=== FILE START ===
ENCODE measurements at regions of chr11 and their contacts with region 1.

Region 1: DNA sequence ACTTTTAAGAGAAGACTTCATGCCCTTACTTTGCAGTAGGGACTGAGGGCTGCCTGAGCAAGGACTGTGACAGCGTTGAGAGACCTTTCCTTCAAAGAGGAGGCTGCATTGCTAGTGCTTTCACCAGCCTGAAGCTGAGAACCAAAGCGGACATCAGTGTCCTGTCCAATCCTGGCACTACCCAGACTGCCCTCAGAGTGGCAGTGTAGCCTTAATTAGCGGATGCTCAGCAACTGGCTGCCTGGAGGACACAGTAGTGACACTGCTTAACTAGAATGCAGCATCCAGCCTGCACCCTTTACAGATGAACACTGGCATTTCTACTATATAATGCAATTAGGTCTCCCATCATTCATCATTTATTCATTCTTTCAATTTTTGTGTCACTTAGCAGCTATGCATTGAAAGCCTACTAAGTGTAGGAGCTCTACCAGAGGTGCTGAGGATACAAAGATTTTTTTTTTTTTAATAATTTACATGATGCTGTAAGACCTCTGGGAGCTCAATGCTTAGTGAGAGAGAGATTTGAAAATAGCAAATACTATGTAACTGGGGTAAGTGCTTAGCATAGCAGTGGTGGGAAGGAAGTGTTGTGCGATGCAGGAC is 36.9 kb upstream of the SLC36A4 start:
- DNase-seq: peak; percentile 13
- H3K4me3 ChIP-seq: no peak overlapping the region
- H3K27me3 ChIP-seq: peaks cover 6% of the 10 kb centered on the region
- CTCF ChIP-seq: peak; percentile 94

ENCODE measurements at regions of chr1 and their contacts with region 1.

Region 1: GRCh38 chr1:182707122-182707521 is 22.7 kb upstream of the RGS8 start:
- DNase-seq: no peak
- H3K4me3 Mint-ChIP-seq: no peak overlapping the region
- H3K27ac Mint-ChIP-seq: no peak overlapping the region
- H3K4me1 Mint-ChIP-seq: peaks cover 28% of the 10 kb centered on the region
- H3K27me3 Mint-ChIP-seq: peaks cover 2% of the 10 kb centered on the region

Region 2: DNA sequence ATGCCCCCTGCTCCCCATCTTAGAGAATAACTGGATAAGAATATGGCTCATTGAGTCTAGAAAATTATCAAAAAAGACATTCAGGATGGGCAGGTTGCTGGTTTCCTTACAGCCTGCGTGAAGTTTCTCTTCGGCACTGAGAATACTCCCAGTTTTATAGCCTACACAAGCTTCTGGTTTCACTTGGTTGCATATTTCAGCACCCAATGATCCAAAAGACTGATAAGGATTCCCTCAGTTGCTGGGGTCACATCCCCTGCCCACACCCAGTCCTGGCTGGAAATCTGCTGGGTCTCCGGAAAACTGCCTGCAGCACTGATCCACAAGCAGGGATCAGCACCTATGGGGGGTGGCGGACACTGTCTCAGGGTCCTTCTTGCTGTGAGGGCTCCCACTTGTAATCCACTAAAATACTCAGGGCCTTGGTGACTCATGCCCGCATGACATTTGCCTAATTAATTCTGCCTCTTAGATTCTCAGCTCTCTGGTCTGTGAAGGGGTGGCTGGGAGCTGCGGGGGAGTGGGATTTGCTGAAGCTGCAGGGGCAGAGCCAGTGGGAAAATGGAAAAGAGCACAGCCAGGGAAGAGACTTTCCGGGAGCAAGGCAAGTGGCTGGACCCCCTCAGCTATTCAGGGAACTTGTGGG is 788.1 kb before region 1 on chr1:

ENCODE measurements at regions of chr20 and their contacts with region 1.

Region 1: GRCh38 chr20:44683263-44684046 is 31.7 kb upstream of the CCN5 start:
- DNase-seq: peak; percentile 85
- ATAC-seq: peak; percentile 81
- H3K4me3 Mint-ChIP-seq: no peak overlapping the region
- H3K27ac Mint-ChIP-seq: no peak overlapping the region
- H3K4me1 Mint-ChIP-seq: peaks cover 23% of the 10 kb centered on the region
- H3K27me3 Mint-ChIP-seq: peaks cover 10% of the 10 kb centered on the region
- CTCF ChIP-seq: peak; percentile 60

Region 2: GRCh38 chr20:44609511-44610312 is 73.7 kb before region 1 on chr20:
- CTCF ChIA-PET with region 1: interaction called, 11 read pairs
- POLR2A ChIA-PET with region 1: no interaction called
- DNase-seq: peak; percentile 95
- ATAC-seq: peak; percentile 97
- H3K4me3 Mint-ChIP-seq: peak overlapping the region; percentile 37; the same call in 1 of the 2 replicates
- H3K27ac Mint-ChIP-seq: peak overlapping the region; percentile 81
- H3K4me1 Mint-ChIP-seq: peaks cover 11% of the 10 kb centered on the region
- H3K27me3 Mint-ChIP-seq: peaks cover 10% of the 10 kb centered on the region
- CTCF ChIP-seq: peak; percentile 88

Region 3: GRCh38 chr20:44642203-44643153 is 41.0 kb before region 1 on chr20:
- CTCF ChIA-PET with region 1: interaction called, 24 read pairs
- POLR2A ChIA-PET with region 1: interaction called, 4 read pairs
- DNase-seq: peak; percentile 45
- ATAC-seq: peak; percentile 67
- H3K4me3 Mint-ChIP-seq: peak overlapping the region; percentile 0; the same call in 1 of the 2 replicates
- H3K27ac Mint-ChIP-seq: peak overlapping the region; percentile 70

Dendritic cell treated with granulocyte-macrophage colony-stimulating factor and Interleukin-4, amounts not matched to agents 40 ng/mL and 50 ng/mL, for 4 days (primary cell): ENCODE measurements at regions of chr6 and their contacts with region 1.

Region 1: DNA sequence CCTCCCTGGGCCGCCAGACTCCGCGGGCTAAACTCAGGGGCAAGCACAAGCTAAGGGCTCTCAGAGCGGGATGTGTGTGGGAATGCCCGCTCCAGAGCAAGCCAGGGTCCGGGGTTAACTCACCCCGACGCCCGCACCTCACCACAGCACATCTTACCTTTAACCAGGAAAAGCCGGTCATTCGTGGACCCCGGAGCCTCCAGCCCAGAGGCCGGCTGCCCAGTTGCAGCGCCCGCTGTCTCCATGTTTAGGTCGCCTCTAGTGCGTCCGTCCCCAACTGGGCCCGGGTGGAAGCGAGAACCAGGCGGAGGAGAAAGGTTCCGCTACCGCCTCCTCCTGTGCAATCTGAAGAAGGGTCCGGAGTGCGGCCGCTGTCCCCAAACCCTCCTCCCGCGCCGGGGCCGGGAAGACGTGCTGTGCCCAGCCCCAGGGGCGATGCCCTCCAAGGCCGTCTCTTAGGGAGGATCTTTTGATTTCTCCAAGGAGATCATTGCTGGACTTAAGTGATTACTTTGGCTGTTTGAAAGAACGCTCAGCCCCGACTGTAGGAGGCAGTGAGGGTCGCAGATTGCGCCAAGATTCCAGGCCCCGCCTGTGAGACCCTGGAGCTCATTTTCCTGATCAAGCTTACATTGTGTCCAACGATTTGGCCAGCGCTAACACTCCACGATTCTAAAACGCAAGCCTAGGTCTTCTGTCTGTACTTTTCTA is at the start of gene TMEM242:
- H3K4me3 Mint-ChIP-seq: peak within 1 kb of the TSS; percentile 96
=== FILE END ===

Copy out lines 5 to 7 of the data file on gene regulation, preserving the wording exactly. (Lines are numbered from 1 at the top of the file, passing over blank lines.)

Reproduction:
- H3K27me3 ChIP-seq: peaks cover 6% of the 10 kb centered on the region
- CTCF ChIP-seq: peak; percentile 94

ENCODE measurements at regions of chr1 and their contacts with region 1.